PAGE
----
A historic canoe was found in a wild river in South Carolina. How did you get there?


Everyone could hear the roar of the rapids as a small group of canoeers piloted the Chattooga River, enjoying the mountain scenery of the southern Appalachian Mountains along the South Carolina-Georgia border. was.

But as they approached the calm part of the river, something caught their eye. It was a strange piece of wood resting near the riverbank. After careful examination, boaters noticed that they found part of history: a weathered canoe full of signs of the past.

“I was thrilled to find it,” said Bettina George, one of the group members who took part in the trip late last fall.

This week, at a water level suitable for recovering the ship, a conservation group is preparing to pull an old canoe out of Chatuga and bring it to a place where it can be opened to the public.

People who have examined canoes, including archaeologists at the University of South Carolina, say boats can be 200 to 250 years old. With USC Chattooga Conservancy, A public interest organization that led the effort to save the canoe.

If the age of the canoe is confirmed by radiocarbon dating, it indicates one of the few times an old canoe was found along a federal-designated chatuga. Wild scenic river In the mountains northwest of Anderson.

Most ancient canoes found in South Carolina were found in the low country, said state underwater archaeologist James Spirek.

“In the mountains of the river, they are a little unusual,” he said. “It’s interesting to find people using canoes in some of these wild rivers.”

Found under Sandifford between two major torrents along the Chattooga River in Oconee County, South Carolina, the canoe has some similarities to the 1740s boats found on the river 17 years ago.

Approximately two feet wide, the latest discoveries are very narrow and could have been used to ferry early settlers and Native Americans across Chattooga instead of running torrents like today’s boats. There is.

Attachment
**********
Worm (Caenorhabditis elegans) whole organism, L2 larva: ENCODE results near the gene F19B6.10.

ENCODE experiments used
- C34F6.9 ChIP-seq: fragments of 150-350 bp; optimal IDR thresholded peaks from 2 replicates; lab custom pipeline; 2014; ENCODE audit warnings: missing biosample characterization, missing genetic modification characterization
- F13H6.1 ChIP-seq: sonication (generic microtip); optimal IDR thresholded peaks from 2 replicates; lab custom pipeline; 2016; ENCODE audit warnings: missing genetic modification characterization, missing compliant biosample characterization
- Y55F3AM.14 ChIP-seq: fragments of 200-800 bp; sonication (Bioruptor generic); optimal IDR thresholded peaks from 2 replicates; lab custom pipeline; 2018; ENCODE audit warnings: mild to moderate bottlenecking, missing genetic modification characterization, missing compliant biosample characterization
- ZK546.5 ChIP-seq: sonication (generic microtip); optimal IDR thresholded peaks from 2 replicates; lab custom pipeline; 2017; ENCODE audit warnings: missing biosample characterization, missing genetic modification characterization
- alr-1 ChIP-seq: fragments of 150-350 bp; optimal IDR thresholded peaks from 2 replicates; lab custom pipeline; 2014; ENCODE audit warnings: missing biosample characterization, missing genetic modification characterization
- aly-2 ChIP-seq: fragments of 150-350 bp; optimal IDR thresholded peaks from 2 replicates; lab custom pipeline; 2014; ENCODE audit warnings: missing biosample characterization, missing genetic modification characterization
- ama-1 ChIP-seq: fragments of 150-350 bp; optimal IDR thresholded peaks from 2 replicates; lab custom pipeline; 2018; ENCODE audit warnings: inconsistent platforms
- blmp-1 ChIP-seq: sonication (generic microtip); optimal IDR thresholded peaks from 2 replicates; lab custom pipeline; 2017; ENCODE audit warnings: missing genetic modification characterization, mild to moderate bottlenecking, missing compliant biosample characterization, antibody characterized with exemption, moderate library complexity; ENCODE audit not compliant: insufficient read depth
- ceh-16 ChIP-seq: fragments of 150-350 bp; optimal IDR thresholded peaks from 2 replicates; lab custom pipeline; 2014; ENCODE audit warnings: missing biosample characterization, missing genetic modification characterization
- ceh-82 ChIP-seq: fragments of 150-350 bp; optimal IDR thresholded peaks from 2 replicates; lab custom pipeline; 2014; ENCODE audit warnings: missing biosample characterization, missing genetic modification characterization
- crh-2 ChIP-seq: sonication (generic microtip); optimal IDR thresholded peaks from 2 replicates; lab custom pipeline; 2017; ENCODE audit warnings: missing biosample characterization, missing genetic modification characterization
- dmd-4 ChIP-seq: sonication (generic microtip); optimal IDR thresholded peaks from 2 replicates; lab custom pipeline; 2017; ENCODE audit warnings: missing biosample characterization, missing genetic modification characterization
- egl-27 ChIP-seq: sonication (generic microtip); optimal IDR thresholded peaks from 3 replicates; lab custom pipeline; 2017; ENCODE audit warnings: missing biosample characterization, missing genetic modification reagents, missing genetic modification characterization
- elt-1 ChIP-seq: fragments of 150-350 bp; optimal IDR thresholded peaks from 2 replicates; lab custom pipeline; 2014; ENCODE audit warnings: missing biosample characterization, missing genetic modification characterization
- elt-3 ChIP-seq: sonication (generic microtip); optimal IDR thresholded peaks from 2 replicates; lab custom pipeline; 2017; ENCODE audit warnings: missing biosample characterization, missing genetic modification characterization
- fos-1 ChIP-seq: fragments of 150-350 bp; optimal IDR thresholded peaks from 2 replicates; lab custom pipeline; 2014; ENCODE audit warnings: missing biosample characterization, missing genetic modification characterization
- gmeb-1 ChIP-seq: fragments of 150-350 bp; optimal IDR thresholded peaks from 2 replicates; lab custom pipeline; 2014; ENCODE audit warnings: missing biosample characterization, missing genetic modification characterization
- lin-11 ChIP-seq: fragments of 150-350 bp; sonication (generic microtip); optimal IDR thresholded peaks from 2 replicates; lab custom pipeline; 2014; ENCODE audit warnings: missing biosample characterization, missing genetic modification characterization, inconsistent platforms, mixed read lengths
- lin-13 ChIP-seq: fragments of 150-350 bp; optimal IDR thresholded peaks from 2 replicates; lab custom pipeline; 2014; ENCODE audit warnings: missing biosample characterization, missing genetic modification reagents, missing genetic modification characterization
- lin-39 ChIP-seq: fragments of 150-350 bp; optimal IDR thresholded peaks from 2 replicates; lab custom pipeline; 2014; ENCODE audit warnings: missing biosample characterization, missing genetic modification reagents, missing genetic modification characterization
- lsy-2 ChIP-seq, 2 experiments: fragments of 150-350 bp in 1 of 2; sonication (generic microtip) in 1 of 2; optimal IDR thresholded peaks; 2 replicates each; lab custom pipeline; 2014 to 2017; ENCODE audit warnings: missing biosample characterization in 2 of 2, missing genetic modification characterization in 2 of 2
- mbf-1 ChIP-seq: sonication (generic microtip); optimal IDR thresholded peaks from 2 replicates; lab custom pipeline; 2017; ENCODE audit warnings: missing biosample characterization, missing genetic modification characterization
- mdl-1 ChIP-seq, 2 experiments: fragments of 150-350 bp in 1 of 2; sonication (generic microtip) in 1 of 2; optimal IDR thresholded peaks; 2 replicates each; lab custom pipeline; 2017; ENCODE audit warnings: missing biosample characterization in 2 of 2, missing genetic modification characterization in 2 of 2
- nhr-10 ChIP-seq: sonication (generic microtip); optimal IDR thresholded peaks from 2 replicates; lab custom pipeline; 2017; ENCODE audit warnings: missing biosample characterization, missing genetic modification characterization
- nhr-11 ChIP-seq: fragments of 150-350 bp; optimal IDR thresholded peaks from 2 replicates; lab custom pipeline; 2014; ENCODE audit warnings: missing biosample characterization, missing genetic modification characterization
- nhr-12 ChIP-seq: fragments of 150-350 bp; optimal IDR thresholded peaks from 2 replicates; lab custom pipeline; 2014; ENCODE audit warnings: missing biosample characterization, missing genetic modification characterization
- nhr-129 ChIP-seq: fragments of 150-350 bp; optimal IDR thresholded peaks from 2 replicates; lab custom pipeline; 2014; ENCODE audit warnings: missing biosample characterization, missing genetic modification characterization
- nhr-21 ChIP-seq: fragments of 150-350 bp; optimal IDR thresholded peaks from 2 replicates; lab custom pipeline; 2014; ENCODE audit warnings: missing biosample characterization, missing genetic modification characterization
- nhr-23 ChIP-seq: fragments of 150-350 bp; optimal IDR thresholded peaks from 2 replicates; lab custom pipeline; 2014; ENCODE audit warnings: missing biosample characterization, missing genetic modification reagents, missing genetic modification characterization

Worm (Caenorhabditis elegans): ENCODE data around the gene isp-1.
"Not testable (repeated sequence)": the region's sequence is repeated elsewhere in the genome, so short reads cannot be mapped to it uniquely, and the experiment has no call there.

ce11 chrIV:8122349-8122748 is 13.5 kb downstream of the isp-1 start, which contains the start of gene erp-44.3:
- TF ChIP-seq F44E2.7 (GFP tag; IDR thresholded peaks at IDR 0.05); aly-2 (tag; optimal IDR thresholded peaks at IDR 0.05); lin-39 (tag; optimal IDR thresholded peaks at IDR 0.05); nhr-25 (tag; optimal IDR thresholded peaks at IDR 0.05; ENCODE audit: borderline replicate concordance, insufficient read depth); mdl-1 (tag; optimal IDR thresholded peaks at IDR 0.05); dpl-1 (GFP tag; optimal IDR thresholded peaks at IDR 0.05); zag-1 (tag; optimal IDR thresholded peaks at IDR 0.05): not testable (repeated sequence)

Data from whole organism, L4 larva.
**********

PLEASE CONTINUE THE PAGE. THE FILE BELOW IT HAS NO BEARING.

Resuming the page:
However, the latest discovery is Discovered in 2004 And it’s more crude in its structure, Spirek said. Archaeologist at the University of South Carolina The person who saw the canoe.

An iron hatchet or ax was used to hollow out a canoe. This was most likely built after the Europeans arrived in the southeast, said mountain conservationists Spirek and Buzz Williams, who helped pull the boat from Chatuga. According to Williams, a nail was also found at one end of the canoe.

“We know it’s historic,” Spirek said. “The tool mark is clearly visible.”

The key question is whether the canoe was built by early colonial settlers or by Native Americans. Centuries ago, the area was inhabited by the Cherokees, Native Americans who developed villages not far from the river.

Boaters found a canoe in a quiet location far from the headwaters of the river last fall, but Spilek said: I’m sure it’s not the original place. “

The Chattooga River, located in the northwestern corner of South Carolina and northeastern Georgia, is a well-known destination for rapid rafting due to its rapids. In the 1970s The movie “Deliverance” It was taken.

Williams, the founder of Chattooga Conservancy, said he was pleased with the community’s discoveries and support for preserving them.

He organized a group of about 10 volunteers to pull the canoe out of the river on Tuesday and worked carefully to prevent the canoe from being damaged. They used homemade cradle and straps to secure the boat before moving it to the wooded riverbanks on the South Carolina side.

The next step is tedious. Volunteers need to pull the boat up a steep mountain slope, then down the bank and float it to Georgia through a calm river. The effort is set to begin next week.

Once in Georgia, Williams said it would be easier to remove the boat from the Chatuga River corridor for storage and public exhibition. Volunteers are working with the USC and the US Forest Office on the removal of canoes.

Williams said he talked about canoeing with museums in South Carolina and Georgia, as well as the equipment of the Long Creek community along the river in South Carolina.

“This is a huge problem from an educational and learning perspective on the people who lived here before we lived,” Williams said in a recent study. “We really enjoy the fact that many locals in our community have participated in this effort to save the canoe.”

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